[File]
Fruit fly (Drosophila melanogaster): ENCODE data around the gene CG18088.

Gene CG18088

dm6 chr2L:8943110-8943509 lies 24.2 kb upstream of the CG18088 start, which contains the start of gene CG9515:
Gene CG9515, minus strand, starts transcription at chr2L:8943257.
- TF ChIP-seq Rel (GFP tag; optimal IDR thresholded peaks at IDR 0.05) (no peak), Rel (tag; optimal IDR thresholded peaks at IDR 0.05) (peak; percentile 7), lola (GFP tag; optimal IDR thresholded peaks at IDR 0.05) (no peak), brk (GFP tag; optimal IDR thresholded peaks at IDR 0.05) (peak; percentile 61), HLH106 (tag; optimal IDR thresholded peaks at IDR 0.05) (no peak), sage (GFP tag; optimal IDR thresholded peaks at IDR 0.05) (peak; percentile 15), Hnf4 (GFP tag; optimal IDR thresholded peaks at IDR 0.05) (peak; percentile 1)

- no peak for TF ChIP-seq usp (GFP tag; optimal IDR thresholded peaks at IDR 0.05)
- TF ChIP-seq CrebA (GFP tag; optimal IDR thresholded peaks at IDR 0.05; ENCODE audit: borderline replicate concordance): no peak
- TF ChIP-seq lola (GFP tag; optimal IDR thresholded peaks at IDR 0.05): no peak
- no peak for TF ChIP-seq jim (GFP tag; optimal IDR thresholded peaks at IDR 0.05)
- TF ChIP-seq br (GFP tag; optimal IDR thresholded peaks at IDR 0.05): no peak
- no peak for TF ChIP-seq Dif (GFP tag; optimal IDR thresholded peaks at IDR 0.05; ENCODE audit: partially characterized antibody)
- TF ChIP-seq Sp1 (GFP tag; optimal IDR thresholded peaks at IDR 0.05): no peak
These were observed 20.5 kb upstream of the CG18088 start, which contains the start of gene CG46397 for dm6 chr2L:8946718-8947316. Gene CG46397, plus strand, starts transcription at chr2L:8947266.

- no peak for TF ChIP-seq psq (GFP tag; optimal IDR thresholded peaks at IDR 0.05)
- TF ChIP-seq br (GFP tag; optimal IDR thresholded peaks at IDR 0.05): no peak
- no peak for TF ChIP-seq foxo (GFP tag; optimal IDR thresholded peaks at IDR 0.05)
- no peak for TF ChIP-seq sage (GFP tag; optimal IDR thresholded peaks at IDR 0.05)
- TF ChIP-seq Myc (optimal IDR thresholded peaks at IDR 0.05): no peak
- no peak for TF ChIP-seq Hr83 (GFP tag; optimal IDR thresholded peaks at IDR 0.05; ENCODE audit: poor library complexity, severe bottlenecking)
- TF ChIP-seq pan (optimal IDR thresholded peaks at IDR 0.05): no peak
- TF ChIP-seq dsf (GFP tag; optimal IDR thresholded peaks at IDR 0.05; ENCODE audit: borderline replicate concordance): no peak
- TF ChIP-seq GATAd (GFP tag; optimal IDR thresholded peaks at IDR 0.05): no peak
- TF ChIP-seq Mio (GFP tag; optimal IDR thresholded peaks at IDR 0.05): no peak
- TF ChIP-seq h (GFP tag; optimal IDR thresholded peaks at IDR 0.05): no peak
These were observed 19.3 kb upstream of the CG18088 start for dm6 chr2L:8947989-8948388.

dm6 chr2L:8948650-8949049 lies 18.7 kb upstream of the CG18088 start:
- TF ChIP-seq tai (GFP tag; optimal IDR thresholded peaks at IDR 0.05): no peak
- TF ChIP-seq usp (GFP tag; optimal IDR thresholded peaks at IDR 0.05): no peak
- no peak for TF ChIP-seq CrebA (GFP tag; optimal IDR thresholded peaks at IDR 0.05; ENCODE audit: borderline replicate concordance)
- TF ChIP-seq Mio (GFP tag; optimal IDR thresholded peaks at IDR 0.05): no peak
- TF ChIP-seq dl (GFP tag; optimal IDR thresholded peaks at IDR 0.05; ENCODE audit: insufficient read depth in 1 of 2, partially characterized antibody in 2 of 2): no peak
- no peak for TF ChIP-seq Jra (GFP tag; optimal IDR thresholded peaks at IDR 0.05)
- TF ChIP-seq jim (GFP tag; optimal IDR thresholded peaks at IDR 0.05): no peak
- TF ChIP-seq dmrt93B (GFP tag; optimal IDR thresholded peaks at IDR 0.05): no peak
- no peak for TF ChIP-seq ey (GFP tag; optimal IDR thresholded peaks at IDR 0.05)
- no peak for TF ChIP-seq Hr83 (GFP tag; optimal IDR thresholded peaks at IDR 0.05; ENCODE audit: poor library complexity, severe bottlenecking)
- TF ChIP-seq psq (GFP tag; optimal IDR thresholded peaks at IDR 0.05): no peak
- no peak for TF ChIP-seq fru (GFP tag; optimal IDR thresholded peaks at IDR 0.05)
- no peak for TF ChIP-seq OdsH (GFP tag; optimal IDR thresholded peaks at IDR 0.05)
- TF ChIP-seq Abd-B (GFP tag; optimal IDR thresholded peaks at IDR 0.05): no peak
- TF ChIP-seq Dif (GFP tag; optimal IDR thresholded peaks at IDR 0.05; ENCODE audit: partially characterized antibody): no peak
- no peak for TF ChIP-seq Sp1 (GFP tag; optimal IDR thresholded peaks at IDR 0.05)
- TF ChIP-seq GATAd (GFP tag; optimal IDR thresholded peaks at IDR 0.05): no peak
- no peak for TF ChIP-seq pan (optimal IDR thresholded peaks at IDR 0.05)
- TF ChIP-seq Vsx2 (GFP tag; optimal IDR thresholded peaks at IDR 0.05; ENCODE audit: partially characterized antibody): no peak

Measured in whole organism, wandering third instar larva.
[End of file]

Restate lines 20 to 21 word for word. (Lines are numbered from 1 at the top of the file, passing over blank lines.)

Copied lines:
- TF ChIP-seq pan (optimal IDR thresholded peaks at IDR 0.05): no peak
- TF ChIP-seq dsf (GFP tag; optimal IDR thresholded peaks at IDR 0.05; ENCODE audit: borderline replicate concordance): no peak